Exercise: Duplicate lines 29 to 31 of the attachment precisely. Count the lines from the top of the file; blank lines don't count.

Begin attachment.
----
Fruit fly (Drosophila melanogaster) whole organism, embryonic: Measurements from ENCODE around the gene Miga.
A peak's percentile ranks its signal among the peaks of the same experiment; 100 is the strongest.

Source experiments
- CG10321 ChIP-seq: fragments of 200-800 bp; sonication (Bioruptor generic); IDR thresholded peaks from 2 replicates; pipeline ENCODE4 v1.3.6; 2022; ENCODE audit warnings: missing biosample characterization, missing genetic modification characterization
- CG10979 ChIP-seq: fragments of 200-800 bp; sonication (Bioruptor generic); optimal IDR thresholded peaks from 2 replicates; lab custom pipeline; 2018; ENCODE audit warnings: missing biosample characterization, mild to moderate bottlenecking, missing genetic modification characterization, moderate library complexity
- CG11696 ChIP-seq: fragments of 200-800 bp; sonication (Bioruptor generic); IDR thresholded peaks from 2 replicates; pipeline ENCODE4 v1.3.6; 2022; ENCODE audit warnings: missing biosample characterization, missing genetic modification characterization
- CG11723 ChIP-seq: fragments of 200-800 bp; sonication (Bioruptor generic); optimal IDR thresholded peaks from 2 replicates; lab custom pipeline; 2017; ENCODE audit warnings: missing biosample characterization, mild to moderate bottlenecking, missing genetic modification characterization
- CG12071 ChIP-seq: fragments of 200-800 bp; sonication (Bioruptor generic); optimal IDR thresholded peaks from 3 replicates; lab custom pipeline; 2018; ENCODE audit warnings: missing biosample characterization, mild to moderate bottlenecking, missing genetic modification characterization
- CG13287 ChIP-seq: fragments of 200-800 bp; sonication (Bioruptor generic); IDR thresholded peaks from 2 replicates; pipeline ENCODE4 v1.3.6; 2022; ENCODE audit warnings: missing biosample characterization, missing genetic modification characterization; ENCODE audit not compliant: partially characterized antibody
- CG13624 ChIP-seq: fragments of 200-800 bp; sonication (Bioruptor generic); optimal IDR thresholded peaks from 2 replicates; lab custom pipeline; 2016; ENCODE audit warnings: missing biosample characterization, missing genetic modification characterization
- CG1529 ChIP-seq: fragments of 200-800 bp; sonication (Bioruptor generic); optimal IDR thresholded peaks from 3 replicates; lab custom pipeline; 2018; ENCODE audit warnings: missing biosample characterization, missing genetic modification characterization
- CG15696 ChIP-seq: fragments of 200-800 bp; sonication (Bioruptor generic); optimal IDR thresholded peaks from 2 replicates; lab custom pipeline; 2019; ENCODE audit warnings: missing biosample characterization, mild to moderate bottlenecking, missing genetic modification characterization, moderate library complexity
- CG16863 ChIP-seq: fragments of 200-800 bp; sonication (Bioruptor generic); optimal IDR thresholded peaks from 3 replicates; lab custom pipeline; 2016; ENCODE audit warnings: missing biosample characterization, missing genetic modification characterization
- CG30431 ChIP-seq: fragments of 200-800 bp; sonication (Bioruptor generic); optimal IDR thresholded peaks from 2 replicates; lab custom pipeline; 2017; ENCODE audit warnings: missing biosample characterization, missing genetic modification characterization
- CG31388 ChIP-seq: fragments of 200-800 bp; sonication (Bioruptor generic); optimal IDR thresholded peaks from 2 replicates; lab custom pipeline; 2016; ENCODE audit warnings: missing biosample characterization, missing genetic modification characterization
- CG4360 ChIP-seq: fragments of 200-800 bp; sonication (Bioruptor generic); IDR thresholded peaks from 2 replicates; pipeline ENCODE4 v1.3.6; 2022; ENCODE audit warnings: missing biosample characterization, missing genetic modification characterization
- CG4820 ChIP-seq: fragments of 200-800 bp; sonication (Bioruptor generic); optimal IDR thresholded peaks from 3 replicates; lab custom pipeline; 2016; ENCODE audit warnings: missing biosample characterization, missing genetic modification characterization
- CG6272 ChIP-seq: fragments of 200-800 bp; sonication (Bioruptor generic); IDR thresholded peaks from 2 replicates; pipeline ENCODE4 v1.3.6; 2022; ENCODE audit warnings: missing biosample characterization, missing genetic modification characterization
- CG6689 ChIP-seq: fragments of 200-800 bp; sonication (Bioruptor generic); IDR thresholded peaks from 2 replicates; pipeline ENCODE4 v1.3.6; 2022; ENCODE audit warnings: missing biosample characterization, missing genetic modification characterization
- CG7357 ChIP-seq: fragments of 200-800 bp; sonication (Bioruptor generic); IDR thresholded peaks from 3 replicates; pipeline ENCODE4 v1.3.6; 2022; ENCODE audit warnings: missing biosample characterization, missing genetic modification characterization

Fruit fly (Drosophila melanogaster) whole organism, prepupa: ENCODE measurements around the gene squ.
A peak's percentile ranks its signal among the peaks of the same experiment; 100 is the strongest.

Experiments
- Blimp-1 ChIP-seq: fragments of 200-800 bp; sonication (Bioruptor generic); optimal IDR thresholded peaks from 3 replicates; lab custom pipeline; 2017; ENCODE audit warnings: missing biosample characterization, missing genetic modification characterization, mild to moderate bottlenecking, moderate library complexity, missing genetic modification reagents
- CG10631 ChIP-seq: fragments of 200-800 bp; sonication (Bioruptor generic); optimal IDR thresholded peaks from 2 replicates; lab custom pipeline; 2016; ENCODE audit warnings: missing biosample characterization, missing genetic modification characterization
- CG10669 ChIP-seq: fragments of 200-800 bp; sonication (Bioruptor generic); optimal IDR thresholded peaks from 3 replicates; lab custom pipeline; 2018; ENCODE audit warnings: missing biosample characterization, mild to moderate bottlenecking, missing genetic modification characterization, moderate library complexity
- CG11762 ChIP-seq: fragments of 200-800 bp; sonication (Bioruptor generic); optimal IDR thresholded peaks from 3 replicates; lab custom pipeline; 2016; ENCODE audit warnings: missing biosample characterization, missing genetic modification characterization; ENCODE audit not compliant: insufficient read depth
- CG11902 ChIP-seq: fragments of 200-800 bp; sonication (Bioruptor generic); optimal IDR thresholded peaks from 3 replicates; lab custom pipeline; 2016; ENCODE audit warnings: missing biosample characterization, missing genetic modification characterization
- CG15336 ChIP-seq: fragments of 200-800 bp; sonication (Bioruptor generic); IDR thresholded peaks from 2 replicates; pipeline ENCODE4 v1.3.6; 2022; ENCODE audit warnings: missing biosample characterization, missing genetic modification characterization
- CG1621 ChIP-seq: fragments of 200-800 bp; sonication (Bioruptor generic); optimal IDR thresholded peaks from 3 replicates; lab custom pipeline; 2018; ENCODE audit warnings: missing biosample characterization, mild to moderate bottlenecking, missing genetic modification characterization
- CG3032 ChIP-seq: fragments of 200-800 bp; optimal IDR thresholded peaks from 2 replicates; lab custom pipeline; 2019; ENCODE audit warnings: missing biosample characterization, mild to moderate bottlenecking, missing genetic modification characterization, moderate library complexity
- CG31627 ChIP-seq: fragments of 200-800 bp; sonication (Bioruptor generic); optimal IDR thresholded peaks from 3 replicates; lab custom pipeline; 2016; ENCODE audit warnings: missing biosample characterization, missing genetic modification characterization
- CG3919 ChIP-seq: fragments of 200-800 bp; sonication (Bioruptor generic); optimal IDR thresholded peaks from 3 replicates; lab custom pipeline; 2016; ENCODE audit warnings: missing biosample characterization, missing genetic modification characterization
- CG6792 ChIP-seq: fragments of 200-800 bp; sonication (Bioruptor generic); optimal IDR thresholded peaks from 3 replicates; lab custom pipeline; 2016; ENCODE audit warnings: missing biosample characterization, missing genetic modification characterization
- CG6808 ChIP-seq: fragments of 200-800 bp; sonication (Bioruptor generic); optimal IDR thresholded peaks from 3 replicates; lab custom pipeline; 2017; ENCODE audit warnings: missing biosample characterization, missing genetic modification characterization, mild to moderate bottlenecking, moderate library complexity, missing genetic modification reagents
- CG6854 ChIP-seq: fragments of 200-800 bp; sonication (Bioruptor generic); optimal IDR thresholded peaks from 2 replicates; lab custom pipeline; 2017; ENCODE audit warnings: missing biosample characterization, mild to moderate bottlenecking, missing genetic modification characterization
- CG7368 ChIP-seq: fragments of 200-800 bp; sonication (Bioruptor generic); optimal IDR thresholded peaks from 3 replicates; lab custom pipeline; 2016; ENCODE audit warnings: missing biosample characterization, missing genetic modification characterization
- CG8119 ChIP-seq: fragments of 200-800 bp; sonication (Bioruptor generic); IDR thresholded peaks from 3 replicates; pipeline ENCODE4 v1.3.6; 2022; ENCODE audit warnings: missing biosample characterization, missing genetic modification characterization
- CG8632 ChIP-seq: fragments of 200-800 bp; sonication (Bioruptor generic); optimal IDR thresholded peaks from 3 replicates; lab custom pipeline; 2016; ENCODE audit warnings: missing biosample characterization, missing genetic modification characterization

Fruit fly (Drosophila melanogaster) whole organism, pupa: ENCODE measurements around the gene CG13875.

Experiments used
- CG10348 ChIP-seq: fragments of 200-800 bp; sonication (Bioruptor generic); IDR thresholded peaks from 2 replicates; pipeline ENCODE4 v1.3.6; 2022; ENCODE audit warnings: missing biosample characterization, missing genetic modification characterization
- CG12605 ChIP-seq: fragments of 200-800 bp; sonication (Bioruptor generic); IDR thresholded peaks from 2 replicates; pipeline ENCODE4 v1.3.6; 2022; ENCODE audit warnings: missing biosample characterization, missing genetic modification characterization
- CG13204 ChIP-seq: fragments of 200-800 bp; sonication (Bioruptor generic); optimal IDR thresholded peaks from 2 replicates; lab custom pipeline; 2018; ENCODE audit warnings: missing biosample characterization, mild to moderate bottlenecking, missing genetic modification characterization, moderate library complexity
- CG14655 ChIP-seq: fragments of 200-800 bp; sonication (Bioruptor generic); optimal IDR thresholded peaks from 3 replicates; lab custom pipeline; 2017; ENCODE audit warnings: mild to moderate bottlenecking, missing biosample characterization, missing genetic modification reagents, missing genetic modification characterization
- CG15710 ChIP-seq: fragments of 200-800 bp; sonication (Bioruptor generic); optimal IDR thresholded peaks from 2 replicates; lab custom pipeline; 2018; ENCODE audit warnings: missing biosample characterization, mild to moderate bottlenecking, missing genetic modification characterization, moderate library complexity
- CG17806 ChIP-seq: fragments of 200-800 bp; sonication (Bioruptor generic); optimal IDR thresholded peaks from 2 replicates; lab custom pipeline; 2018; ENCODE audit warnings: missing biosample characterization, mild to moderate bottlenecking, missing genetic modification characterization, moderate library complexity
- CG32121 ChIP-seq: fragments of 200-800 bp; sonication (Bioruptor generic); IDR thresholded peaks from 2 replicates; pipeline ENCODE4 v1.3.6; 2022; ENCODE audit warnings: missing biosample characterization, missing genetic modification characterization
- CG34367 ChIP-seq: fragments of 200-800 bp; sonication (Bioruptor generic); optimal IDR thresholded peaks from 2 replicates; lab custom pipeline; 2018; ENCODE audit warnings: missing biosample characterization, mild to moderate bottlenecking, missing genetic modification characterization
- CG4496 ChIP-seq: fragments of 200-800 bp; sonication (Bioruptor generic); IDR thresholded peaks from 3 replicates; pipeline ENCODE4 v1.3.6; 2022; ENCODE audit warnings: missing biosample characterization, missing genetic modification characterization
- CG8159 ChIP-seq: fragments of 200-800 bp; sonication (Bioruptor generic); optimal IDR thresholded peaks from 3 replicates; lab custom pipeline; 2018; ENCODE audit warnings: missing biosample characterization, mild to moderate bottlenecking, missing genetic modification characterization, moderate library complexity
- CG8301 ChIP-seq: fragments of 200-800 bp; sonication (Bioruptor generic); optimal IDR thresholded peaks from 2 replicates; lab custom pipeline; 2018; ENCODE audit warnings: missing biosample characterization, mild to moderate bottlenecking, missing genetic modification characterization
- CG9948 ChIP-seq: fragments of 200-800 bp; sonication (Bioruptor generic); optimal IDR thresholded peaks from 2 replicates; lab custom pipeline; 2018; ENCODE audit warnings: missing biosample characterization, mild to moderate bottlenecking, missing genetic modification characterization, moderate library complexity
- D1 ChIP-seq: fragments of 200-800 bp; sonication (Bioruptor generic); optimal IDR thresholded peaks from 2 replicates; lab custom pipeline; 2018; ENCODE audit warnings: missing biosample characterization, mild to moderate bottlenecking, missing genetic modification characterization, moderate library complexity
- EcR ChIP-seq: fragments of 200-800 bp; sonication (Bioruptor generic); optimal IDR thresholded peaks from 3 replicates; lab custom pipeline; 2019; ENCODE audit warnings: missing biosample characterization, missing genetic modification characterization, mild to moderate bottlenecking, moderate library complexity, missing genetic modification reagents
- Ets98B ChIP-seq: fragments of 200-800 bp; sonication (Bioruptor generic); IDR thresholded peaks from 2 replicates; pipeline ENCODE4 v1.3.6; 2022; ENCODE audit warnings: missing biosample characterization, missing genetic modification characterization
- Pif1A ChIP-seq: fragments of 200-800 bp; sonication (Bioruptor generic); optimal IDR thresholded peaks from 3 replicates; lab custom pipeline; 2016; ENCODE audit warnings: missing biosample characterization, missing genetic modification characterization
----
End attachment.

- CG15336 ChIP-seq: fragments of 200-800 bp; sonication (Bioruptor generic); IDR thresholded peaks from 2 replicates; pipeline ENCODE4 v1.3.6; 2022; ENCODE audit warnings: missing biosample characterization, missing genetic modification characterization
- CG1621 ChIP-seq: fragments of 200-800 bp; sonication (Bioruptor generic); optimal IDR thresholded peaks from 3 replicates; lab custom pipeline; 2018; ENCODE audit warnings: missing biosample characterization, mild to moderate bottlenecking, missing genetic modification characterization
- CG3032 ChIP-seq: fragments of 200-800 bp; optimal IDR thresholded peaks from 2 replicates; lab custom pipeline; 2019; ENCODE audit warnings: missing biosample characterization, mild to moderate bottlenecking, missing genetic modification characterization, moderate library complexity